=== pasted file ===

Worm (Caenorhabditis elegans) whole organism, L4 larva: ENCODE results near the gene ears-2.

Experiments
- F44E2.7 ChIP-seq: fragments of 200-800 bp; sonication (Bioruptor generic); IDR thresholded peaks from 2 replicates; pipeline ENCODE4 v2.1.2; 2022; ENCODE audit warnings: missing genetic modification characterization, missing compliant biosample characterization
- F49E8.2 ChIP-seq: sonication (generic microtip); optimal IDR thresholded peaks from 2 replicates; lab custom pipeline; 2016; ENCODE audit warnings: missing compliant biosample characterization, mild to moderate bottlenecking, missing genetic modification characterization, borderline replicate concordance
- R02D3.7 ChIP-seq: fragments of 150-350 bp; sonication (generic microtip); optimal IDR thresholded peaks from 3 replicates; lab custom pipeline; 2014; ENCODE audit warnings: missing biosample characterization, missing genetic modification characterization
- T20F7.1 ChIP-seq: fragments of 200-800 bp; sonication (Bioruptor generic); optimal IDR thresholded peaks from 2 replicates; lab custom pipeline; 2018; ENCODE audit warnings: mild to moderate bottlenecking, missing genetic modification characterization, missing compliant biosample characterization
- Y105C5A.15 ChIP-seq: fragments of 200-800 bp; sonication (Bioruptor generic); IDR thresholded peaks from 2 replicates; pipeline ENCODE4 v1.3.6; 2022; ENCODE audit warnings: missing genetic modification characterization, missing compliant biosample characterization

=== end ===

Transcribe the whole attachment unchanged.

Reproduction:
Worm (Caenorhabditis elegans) whole organism, L4 larva: ENCODE results near the gene ears-2.

Experiments
- F44E2.7 ChIP-seq: fragments of 200-800 bp; sonication (Bioruptor generic); IDR thresholded peaks from 2 replicates; pipeline ENCODE4 v2.1.2; 2022; ENCODE audit warnings: missing genetic modification characterization, missing compliant biosample characterization
- F49E8.2 ChIP-seq: sonication (generic microtip); optimal IDR thresholded peaks from 2 replicates; lab custom pipeline; 2016; ENCODE audit warnings: missing compliant biosample characterization, mild to moderate bottlenecking, missing genetic modification characterization, borderline replicate concordance
- R02D3.7 ChIP-seq: fragments of 150-350 bp; sonication (generic microtip); optimal IDR thresholded peaks from 3 replicates; lab custom pipeline; 2014; ENCODE audit warnings: missing biosample characterization, missing genetic modification characterization
- T20F7.1 ChIP-seq: fragments of 200-800 bp; sonication (Bioruptor generic); optimal IDR thresholded peaks from 2 replicates; lab custom pipeline; 2018; ENCODE audit warnings: mild to moderate bottlenecking, missing genetic modification characterization, missing compliant biosample characterization
- Y105C5A.15 ChIP-seq: fragments of 200-800 bp; sonication (Bioruptor generic); IDR thresholded peaks from 2 replicates; pipeline ENCODE4 v1.3.6; 2022; ENCODE audit warnings: missing genetic modification characterization, missing compliant biosample characterization